By Todd Cohen
[Note: This was written for Triangle Community Foundation.]
RALEIGH, N.C. — Sustaining the Triangle’s growth and making it a better place will depend on how well individuals and organizations can adapt to sweeping, rapid change and work together to fix the region’s most pressing social problems.
That message was the focus of What Matters, an event hosted by Triangle Community Foundation on April 1 at the Raleigh Convention Center.
Struggling in prosperity
The Triangle is home to stark contrasts, leaders of Triangle Community Foundation told the 450 civic and business leaders from throughout the Triangle at the event.
“In the midst of prosperity, many among us struggle daily to survive and thrive,” said Lacy Presnell III, chair of the Foundation’s board of directors and a lawyer at Raleigh firm Burns, Day & Presnell.
Lori O’Keefe, the Foundation’s president, said the Triangle is the fastest-growing region in the U.S. and ranks fourth in economic growth. Raleigh is the sixth-most-affordable city to live in, Durham is among the 10 most-educated cities, and the region’s quality of life ranks highest in the U.S., she said.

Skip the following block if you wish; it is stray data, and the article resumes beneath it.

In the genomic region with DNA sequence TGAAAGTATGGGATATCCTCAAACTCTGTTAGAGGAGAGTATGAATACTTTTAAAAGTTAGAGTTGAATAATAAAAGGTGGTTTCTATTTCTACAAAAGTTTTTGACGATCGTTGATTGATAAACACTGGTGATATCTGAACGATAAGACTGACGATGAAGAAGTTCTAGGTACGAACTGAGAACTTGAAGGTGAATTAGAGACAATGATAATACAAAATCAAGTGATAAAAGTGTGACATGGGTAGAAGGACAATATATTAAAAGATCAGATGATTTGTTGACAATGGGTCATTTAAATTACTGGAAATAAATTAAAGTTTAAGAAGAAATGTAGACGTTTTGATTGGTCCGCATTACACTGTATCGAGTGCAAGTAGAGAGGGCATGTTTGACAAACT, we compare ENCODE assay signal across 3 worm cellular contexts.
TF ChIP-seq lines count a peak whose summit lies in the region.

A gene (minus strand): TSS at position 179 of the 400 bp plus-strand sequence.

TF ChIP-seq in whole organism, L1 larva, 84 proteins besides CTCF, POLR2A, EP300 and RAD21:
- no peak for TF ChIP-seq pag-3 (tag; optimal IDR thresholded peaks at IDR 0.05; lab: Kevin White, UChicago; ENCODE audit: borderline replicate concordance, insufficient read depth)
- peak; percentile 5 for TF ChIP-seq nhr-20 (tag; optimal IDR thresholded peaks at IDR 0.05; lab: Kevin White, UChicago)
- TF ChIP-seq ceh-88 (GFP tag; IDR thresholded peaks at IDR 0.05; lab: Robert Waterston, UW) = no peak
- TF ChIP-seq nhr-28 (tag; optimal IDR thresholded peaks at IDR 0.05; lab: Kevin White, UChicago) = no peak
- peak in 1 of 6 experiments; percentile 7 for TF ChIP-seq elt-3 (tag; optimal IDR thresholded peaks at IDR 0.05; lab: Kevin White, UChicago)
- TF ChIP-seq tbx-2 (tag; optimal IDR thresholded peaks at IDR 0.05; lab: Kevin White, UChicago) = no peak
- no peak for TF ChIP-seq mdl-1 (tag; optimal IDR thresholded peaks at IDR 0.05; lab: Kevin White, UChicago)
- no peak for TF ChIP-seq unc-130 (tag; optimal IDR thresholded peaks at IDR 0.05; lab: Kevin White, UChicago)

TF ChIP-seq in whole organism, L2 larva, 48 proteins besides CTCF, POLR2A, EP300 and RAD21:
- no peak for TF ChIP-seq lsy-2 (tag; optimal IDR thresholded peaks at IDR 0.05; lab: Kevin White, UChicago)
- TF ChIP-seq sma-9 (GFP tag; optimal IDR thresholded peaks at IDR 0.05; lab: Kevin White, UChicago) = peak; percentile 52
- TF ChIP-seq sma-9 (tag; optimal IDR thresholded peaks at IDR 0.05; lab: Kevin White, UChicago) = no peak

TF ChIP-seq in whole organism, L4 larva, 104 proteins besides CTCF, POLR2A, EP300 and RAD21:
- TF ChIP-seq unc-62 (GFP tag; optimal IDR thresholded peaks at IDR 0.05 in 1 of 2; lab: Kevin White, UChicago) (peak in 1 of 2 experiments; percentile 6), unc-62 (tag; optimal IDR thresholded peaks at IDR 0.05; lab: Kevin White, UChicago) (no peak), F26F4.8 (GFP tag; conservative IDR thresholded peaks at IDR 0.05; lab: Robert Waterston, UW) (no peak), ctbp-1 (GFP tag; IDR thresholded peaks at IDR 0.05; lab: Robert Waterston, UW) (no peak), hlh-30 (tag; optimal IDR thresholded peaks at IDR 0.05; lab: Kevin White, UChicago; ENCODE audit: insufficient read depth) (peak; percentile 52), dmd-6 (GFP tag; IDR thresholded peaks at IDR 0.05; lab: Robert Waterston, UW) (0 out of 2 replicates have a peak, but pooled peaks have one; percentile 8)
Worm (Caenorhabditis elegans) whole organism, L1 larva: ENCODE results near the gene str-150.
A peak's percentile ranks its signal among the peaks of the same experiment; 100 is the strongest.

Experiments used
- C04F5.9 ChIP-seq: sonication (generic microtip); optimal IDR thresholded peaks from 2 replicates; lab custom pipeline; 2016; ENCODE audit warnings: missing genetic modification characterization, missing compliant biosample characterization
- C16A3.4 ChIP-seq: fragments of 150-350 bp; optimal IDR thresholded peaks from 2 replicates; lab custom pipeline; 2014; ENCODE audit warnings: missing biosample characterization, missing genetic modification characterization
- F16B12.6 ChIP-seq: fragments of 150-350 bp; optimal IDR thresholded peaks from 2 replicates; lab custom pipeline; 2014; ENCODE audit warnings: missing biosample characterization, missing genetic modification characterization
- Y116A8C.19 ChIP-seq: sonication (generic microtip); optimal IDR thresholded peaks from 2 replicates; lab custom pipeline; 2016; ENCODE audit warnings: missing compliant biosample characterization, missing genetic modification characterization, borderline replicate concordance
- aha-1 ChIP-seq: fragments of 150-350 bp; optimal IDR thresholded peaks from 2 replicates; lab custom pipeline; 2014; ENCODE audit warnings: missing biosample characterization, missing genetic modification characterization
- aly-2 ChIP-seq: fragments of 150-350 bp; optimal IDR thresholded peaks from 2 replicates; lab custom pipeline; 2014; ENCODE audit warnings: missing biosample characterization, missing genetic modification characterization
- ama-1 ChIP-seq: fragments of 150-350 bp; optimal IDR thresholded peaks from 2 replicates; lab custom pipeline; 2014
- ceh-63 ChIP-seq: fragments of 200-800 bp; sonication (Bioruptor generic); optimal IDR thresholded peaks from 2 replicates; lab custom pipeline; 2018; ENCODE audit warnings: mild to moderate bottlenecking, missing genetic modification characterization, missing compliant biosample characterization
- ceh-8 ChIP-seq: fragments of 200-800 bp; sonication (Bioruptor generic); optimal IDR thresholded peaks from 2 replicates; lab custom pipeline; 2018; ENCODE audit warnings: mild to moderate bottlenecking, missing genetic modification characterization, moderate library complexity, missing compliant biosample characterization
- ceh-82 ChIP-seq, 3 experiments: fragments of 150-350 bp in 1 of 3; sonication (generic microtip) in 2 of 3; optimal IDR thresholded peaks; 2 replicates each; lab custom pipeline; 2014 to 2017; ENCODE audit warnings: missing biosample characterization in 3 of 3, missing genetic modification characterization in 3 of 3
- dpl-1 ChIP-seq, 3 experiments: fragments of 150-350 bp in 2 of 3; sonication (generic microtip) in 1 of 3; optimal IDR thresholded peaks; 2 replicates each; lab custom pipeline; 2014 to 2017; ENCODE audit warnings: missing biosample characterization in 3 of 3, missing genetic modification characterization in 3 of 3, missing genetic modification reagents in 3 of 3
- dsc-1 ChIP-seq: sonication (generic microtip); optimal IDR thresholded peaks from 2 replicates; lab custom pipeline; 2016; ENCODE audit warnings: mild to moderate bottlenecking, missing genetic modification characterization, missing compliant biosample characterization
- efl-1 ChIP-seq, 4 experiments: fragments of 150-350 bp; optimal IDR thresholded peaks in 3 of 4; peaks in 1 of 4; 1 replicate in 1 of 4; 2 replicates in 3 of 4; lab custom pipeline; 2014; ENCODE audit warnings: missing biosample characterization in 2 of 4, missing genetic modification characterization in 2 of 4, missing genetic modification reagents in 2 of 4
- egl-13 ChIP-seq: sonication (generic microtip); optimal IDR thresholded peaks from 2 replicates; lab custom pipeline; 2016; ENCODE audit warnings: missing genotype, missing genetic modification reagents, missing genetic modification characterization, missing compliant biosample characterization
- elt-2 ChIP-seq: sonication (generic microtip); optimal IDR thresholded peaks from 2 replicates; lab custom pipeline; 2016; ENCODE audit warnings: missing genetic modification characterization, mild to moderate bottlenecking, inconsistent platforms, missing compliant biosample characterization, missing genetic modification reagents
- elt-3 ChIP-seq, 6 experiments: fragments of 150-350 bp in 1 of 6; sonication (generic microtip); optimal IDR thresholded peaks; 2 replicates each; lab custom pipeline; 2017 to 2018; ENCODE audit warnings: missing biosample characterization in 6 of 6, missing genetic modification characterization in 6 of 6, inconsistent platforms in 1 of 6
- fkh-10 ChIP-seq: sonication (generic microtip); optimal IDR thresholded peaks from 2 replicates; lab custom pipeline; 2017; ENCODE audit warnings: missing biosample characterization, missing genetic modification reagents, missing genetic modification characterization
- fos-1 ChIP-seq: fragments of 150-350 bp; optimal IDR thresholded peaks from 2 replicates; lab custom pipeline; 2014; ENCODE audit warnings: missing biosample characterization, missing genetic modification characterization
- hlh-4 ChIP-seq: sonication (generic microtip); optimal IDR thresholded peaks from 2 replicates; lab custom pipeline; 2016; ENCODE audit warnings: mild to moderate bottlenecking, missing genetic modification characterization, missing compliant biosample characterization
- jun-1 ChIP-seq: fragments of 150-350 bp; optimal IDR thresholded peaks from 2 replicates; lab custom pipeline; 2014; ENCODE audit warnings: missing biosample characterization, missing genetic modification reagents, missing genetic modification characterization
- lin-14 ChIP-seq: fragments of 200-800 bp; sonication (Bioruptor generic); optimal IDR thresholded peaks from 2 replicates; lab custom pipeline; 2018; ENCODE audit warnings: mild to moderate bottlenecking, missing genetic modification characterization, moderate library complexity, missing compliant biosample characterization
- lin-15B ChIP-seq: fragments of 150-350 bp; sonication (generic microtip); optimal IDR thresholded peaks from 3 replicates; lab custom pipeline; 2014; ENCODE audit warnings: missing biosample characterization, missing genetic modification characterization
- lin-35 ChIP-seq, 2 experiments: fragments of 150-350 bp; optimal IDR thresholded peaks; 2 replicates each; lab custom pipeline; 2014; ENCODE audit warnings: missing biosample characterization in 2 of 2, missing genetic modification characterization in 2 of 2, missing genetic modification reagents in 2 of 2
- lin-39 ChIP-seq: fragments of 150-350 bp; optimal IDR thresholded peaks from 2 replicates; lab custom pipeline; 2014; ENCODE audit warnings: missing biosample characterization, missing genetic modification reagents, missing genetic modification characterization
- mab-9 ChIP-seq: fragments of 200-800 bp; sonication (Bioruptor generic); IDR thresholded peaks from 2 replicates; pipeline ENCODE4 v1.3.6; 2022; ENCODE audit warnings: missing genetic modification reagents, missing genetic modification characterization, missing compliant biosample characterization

Yet four in 10 public-school students in the region are enrolled in a program for lunch that is free or at a reduced price, one in five children live in poverty, and nearly half of all home renters spend 30 percent or more of their incomes on housing costs, she said. And nearly one in five public school students who enter ninth grade do not graduate in four years, she said, while people of color earn $7 less an hour than whites.
“As proud as we are of this region,” she said, “we must not lose sight of the real challenges we face as we continue to grow.”
Framework for change
Making change happen requires “crystal clear direction about where we’re headed,” motivation for the emotional side of the brain, and the need to “shape the path,” make it easy to “get to from point A to point B, remove the obstacles, create a culture conducive to change,” author Dan Heath, senior fellow at the Center for Advancement of Social Entrepreneurship at Duke University, said in his keynote speech at the event.
He cited a Stanford University study of a food drive in a single dormitory there. Testing the hypothesis that “there are nice people and they give, and there are jerks and they don’t,” the study canvassed the dorm to rank all students from the most to least kind.
Then it tested two versions of a letter promoting the food drive, with one version providing only basic instructions, and the other suggesting that, if students could not figure out what or how to donate, they should bring a can of beans and pick a time to drop off the can.
The second version provided a map showing where to drop off the donation. Among students who received the basic instructions, eight percent of the those identified as “saints” in the canvas and none identified as “jerks” donated food.
Among those who received the detailed instructions, 42 percent of the “saints” and 25 percent of the “jerks” made a donation.
Those findings suggest the food drive was “three times better off betting on a jerk with a map than a saint without one,” Heath said.